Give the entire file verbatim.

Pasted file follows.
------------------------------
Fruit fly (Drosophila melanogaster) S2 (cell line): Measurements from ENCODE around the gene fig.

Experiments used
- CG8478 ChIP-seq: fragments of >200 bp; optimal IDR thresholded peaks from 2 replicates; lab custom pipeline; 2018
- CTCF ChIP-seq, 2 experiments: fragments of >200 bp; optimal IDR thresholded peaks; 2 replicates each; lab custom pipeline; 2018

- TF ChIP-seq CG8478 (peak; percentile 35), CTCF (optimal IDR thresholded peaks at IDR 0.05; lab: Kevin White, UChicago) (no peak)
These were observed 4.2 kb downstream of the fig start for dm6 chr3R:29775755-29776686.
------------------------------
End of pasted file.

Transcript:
Fruit fly (Drosophila melanogaster) S2 (cell line): Measurements from ENCODE around the gene fig.

Experiments used
- CG8478 ChIP-seq: fragments of >200 bp; optimal IDR thresholded peaks from 2 replicates; lab custom pipeline; 2018
- CTCF ChIP-seq, 2 experiments: fragments of >200 bp; optimal IDR thresholded peaks; 2 replicates each; lab custom pipeline; 2018

- TF ChIP-seq CG8478 (peak; percentile 35), CTCF (optimal IDR thresholded peaks at IDR 0.05; lab: Kevin White, UChicago) (no peak)
These were observed 4.2 kb downstream of the fig start for dm6 chr3R:29775755-29776686.